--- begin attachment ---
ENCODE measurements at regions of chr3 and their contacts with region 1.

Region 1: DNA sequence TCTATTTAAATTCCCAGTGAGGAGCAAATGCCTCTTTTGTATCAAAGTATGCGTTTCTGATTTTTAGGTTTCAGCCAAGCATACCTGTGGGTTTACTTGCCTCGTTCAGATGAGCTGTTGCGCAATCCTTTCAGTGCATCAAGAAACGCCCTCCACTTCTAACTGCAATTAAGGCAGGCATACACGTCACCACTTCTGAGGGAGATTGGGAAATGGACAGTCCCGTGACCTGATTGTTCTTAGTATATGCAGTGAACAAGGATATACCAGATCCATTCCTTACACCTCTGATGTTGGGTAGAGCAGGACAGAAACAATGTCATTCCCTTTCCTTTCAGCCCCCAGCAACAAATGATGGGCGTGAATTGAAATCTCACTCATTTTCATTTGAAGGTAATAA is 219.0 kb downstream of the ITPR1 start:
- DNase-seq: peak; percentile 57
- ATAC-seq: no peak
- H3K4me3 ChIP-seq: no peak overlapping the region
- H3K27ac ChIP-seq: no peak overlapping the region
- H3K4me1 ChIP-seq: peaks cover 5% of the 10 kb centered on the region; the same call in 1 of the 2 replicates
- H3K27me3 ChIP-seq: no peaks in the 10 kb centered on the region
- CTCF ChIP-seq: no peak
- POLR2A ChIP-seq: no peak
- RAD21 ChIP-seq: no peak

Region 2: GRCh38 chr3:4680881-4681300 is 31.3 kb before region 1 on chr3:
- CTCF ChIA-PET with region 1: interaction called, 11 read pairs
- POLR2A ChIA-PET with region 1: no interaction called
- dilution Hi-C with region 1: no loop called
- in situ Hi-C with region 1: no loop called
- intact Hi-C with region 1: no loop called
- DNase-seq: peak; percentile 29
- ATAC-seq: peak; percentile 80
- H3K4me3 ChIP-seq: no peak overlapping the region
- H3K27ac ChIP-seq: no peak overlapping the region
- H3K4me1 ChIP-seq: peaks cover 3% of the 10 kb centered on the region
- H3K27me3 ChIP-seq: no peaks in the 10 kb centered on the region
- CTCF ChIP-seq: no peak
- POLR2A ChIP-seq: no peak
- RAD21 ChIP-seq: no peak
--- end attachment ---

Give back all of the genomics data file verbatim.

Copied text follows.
ENCODE measurements at regions of chr3 and their contacts with region 1.

Region 1: DNA sequence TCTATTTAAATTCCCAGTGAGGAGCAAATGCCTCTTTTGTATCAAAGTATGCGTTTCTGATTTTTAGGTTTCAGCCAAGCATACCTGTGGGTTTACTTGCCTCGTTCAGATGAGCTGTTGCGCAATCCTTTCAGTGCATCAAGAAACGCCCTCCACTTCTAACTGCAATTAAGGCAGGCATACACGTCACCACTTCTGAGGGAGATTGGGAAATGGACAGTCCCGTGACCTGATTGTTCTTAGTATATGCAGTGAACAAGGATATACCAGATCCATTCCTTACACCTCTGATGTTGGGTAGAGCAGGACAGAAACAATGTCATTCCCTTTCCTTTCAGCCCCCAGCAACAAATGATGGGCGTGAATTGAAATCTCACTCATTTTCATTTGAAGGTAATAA is 219.0 kb downstream of the ITPR1 start:
- DNase-seq: peak; percentile 57
- ATAC-seq: no peak
- H3K4me3 ChIP-seq: no peak overlapping the region
- H3K27ac ChIP-seq: no peak overlapping the region
- H3K4me1 ChIP-seq: peaks cover 5% of the 10 kb centered on the region; the same call in 1 of the 2 replicates
- H3K27me3 ChIP-seq: no peaks in the 10 kb centered on the region
- CTCF ChIP-seq: no peak
- POLR2A ChIP-seq: no peak
- RAD21 ChIP-seq: no peak

Region 2: GRCh38 chr3:4680881-4681300 is 31.3 kb before region 1 on chr3:
- CTCF ChIA-PET with region 1: interaction called, 11 read pairs
- POLR2A ChIA-PET with region 1: no interaction called
- dilution Hi-C with region 1: no loop called
- in situ Hi-C with region 1: no loop called
- intact Hi-C with region 1: no loop called
- DNase-seq: peak; percentile 29
- ATAC-seq: peak; percentile 80
- H3K4me3 ChIP-seq: no peak overlapping the region
- H3K27ac ChIP-seq: no peak overlapping the region
- H3K4me1 ChIP-seq: peaks cover 3% of the 10 kb centered on the region
- H3K27me3 ChIP-seq: no peaks in the 10 kb centered on the region
- CTCF ChIP-seq: no peak
- POLR2A ChIP-seq: no peak
- RAD21 ChIP-seq: no peak